Cut ox tail at joints, parboil five minutes, wash thoroughly, dredge with flour, and sauté in butter (to which has been added a sliced onion) until well browned. Add one-fourth cup flour, two cups each brown stock, water, and canned tomatoes, one teaspoon salt, and one-fourth teaspoon pepper. Turn into an earthen pudding-dish, cover, and cook slowly three and one-half hours. Remove ox tail, strain sauce, and return ox tail and sauce to oven to finish cooking. Add two-thirds cup each carrot and turnip (shaped with a vegetable cutter in pieces one-inch long, and about as large around as macaroni) parboiled in boiled salted water five minutes. As soon as vegetables are soft, add Sherry wine to taste, and more salt and pepper, if needed. The wine may be omitted.
Mexican Sauce. Cook one onion, finely chopped, in two tablespoons butter five minutes. Add one red pepper, one green pepper, and one clove of garlic, each finely chopped, and two tomatoes peeled and cut in pieces. Cook fifteen minutes, add one teaspoon Worcestershire Sauce, one-fourth teaspoon celery salt, and salt to taste.
Cover bottom of a small greased baking-dish with hot mashed potato, add a thick layer of roast beef, chopped or cut in small pieces (seasoned with salt, pepper, and a few drops onion juice) and moistened with some of the gravy; cover with a thin layer of mashed potato, and bake in a hot oven long enough to heat through.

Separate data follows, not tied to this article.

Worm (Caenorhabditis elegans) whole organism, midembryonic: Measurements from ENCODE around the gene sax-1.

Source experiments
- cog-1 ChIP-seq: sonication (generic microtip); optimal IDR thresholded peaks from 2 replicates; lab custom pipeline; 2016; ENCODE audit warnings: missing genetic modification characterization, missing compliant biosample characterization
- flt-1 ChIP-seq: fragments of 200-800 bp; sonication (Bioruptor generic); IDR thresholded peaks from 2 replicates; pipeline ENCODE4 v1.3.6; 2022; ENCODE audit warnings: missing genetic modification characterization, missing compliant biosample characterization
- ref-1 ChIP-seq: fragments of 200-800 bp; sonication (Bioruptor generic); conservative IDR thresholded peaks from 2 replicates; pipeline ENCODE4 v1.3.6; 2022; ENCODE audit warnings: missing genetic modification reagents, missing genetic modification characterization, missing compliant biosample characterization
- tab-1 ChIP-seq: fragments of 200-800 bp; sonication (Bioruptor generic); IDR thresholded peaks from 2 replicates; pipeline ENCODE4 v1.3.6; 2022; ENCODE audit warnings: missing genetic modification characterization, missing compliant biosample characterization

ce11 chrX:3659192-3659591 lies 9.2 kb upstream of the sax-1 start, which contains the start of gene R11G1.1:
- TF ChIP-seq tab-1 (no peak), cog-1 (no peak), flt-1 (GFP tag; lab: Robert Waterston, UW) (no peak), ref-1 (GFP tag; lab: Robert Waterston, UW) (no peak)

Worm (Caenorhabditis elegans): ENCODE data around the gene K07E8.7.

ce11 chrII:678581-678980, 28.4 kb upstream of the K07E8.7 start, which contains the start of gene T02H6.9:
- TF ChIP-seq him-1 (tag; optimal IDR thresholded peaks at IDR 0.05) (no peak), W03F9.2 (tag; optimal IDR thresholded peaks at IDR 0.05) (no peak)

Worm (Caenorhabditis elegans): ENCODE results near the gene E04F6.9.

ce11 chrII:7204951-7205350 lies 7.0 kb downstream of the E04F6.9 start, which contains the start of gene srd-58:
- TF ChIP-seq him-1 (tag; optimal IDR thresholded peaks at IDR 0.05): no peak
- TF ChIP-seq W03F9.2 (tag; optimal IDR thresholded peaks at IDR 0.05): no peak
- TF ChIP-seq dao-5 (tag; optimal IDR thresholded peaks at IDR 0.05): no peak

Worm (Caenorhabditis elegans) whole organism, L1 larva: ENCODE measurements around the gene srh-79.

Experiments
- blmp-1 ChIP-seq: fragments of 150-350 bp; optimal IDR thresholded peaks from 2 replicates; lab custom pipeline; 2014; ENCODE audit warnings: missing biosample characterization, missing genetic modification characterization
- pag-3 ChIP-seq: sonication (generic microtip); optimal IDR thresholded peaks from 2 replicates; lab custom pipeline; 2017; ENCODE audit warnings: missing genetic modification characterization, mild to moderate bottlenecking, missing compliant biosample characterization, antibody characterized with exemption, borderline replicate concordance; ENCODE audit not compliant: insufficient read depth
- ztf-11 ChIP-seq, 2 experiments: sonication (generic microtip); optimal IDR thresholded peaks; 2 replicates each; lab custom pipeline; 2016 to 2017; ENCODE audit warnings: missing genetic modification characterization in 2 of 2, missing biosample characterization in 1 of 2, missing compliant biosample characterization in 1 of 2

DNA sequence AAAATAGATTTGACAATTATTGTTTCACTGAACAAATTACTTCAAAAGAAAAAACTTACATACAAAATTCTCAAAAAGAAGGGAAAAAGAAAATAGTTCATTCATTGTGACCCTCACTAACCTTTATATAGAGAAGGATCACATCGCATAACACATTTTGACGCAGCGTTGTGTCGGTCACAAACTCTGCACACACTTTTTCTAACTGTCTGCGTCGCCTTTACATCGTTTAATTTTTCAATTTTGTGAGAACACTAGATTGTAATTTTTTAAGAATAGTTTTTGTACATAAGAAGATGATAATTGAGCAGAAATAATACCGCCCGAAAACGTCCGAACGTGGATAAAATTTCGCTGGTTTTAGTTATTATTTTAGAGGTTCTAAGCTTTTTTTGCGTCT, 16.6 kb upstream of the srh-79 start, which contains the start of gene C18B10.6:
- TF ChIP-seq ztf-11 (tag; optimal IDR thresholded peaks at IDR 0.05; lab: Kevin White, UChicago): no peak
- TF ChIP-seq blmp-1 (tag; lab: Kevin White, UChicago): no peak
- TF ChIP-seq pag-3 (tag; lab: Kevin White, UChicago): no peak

Cut remnants of cold broiled steak or roast beef in one-inch cubes. Cover with boiling water, add one-half onion, and cook slowly one hour. Remove onion, thicken gravy with flour diluted with cold water, and season with salt and pepper. Add potatoes cut in one-fourth inch slices, which have been parboiled eight minutes in boiling salted water. Put in a buttered pudding-dish, cool, cover with bakingpowder biscuit mixture or pie crust. Bake in a hot oven. If covered with pie crust, make several incisions in crust that gases may escape.
1 cup cold roast beef or rare steak finely chopped
2 tablespoons bread crumbs
1 tablespoon melted butter
Yolk 1 egg slightly beaten
Season beef with salt, pepper, onion juice, and Worcestershire Sauce; add remaining ingredients, shape after the form of small croquettes, pointed at ends. Roll in flour, egg, and crumbs, fry in deep fat, drain, and serve with Tomato Sauce.
Remove skin and gristle from cooked corned beef, then chop the meat. When meat is very fat, discard most of the fat. To chopped meat add an equal quantity of cold boiled chopped potatoes. Season with salt and pepper, put into a hot buttered frying-pan, moisten with milk or cream, stir until well mixed, spread evenly, then place on a part of the range where it may slowly brown underneath. Turn, and fold on a hot platter. Garnish with sprig of parsley in the middle.
Remove skin and separate meat in pieces, cover with hot water, let stand ten minutes, and drain. Dilute flour with enough cold water to pour easily, making a smooth paste; add to cream, and cook in double boiler ten minutes. Add beef, and reheat. One cup White Sauce I may be used in place of cream, omitting the salt.